We’ve enjoyed some return to normalcy after the intensity of the early COVID years. However, it’s important to remember that our young children are still living with some of the impacts of the changes we all experienced. One of the reasons the COVID years have affected our children is because so much critical development happens in the first few years of life.

child wearing a face mask during COVID

While home is an incredibly nurturing place, many of our children were limited to only being at home which led to fewer opportunities for socializing and learning different kinds of relationship skills. To further complicate the scene, many of us were also trying to juggle our own changes in work and life.

With all this in mind, we’ve been focusing on identifying some impacts of COVID and sharing strategies to support optimal development in our young children.

Socializing with Peers

During the early COVID years, children didn’t have as much time to be around others, especially other children. Even when we could be with other people, we all needed to maintain a physical distance.

Yet children learn how to navigate social situations through play. Think of the rough and tumble romping of wolf puppies. It is through those interactions that the pups strengthen social bonds and learn how to navigate social status in the pack. Similarly, during interactive play, children learn to negotiate, share, wait for a turn, follow the rules of a game, and consider others’ feelings.

Our children now have an intense hunger for socialization while their socialization skills are still developing.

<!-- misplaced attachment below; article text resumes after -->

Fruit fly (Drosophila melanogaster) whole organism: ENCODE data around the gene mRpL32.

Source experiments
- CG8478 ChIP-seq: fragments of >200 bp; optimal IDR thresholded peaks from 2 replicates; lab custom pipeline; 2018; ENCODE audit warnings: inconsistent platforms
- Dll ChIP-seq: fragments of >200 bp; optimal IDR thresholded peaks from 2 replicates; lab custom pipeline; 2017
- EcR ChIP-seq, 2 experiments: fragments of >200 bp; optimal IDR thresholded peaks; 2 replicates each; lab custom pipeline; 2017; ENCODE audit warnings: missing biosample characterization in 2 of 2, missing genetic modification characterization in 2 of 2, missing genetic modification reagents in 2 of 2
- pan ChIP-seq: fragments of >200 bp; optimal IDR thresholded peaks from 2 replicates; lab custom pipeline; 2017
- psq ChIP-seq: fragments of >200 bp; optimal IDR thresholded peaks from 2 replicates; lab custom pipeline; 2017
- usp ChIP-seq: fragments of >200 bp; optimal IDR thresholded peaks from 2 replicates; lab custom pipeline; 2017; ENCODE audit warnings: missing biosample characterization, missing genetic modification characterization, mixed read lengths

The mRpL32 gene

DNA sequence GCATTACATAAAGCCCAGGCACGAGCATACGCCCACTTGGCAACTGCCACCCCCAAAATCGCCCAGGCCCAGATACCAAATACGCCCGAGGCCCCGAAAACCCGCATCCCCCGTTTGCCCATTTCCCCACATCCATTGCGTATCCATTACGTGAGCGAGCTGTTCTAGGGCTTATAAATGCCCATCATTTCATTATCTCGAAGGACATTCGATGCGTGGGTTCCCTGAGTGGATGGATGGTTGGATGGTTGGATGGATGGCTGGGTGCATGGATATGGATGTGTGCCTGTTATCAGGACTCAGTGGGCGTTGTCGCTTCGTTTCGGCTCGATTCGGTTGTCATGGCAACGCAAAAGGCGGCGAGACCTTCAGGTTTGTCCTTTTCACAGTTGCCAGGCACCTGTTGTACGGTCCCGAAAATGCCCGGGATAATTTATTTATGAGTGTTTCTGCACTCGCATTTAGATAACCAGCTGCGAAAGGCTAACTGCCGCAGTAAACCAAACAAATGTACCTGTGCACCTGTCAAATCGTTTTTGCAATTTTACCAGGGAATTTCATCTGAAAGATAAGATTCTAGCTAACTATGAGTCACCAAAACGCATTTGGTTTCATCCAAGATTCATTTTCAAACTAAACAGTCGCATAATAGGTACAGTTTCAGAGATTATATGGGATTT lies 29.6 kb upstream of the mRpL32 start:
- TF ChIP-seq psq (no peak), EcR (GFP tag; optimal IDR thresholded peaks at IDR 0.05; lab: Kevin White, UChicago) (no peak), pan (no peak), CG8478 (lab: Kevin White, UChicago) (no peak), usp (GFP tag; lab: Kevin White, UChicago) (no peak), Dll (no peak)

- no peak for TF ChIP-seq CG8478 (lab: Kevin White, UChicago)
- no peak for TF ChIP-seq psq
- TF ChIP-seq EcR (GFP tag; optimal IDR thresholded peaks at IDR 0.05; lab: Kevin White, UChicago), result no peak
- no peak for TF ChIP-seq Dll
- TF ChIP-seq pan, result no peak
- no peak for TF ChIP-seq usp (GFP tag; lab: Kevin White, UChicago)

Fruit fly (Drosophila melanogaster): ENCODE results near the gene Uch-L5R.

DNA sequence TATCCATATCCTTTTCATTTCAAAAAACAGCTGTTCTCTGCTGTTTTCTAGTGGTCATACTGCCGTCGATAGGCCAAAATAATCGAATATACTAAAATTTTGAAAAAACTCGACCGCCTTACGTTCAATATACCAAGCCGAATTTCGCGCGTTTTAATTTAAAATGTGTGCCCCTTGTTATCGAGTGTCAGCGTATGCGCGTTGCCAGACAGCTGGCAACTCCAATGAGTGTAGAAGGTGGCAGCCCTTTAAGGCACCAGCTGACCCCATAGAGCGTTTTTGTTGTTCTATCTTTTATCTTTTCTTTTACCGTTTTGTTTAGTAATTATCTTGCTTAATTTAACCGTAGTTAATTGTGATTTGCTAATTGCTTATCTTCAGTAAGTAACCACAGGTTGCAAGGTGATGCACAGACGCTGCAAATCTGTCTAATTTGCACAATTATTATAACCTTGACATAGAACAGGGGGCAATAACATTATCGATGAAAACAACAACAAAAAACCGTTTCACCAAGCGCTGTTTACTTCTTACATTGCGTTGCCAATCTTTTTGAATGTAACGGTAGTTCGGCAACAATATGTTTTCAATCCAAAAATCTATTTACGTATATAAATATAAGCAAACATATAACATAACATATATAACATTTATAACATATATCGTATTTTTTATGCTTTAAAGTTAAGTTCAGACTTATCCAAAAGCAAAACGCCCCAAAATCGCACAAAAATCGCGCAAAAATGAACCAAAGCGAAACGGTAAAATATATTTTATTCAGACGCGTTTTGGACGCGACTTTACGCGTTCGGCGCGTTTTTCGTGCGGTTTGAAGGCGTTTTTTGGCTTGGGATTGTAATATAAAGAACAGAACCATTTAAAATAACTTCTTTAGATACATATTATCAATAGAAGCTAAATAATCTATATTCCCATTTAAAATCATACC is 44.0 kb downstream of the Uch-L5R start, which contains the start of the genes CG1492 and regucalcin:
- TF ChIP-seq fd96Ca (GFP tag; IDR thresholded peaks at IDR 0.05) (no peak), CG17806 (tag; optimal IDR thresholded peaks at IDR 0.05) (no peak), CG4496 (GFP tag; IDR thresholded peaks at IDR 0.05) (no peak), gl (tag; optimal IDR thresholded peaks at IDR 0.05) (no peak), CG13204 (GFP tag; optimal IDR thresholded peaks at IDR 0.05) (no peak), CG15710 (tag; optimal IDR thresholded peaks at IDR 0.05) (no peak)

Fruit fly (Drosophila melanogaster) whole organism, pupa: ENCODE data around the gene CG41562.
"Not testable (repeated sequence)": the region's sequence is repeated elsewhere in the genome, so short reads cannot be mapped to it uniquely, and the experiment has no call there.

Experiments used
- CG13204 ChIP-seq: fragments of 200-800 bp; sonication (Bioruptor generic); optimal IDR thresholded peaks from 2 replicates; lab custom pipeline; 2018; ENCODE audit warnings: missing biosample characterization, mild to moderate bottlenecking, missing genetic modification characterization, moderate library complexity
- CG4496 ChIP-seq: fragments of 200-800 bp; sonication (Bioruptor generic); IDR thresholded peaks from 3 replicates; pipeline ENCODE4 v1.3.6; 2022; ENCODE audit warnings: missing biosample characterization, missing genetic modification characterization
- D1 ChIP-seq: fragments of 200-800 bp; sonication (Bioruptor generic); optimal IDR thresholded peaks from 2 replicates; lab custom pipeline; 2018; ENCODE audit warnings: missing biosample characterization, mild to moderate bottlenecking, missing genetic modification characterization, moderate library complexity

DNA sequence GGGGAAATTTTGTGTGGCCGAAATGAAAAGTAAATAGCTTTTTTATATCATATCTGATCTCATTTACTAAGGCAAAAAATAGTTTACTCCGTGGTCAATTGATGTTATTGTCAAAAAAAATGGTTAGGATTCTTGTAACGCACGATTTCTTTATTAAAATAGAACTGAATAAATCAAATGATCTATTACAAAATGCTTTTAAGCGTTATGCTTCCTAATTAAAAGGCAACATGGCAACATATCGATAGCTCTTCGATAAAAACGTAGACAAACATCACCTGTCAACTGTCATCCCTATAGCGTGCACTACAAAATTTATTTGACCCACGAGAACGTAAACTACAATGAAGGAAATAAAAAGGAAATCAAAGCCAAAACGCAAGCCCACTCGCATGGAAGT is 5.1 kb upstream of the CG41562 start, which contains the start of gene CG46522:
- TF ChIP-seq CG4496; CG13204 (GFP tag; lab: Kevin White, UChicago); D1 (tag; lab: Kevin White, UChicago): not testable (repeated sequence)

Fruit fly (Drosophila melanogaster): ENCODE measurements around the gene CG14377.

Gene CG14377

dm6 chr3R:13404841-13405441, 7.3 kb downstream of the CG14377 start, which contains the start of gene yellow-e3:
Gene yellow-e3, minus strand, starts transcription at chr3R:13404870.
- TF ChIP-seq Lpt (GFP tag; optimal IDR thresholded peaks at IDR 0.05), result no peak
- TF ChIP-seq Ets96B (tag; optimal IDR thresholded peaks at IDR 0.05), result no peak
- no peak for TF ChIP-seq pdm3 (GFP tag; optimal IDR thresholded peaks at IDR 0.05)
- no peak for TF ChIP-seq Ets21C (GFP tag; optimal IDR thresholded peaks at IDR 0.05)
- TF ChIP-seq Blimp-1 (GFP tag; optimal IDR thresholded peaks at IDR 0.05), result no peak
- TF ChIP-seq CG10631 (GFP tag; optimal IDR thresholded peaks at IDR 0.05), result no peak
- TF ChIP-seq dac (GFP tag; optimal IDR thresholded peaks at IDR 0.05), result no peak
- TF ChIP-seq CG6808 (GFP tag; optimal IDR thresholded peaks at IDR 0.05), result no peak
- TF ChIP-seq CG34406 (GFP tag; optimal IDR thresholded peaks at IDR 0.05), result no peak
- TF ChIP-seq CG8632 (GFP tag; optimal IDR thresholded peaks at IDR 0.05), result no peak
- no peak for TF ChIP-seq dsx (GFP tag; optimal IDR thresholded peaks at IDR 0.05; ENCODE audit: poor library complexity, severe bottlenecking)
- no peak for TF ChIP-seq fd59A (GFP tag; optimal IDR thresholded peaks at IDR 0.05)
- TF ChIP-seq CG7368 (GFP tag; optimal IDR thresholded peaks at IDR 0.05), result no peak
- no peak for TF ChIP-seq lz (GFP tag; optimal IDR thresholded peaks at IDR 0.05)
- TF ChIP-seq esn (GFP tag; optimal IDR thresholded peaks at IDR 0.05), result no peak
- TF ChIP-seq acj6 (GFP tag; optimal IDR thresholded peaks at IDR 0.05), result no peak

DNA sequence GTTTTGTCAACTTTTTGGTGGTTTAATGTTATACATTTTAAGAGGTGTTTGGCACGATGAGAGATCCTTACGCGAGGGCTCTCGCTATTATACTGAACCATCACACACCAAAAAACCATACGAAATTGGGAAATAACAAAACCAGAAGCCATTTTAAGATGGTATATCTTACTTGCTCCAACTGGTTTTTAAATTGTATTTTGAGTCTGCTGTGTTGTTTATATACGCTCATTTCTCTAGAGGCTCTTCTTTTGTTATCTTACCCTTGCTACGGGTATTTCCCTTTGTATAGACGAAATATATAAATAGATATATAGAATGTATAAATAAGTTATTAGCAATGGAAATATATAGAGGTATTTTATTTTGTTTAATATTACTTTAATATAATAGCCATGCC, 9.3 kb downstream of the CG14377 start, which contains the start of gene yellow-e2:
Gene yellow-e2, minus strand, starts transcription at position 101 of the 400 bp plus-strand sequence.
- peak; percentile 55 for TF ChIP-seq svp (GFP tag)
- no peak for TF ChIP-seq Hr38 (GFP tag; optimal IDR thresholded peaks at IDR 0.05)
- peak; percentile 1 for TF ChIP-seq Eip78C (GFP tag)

To support their social development, we can:

  • provide plenty of opportunities for unstructured imaginative play with peers
  • observe to see if children are hanging back or avoiding interactions
  • offer gentle help for joining into play or suggest phrases children can use to ask to participate
  • recommend tasks they can do to help the group
  • identify real-time emotions
  • model positive communication

Before intervening, though, it’s also important to give time and space for children to negotiate and problem-solve. Children learn best through opportunities to make some mistakes and, just like with the wolf pups, the learning might look a little messy at first!

Connecting to the Real World

Many of our children have had a lot more screen time over the past few years. According to Carlota Nelson, director of the documentary Brain Matters, too much screen time can impact children’s concentration and focus, reduce their ability to control impulses, and affect their capacity for empathy.

Young children need lots of opportunities for concrete, tangible, hands-on play. They need to use their bodies and hands to manipulate the world around them. Plus, multi-sensory experiences help children develop strong neural pathways.

To help this real-world connection, we can:

  • provide more time in nature and green spaces
  • incorporate more movement, exercise, and free play into the day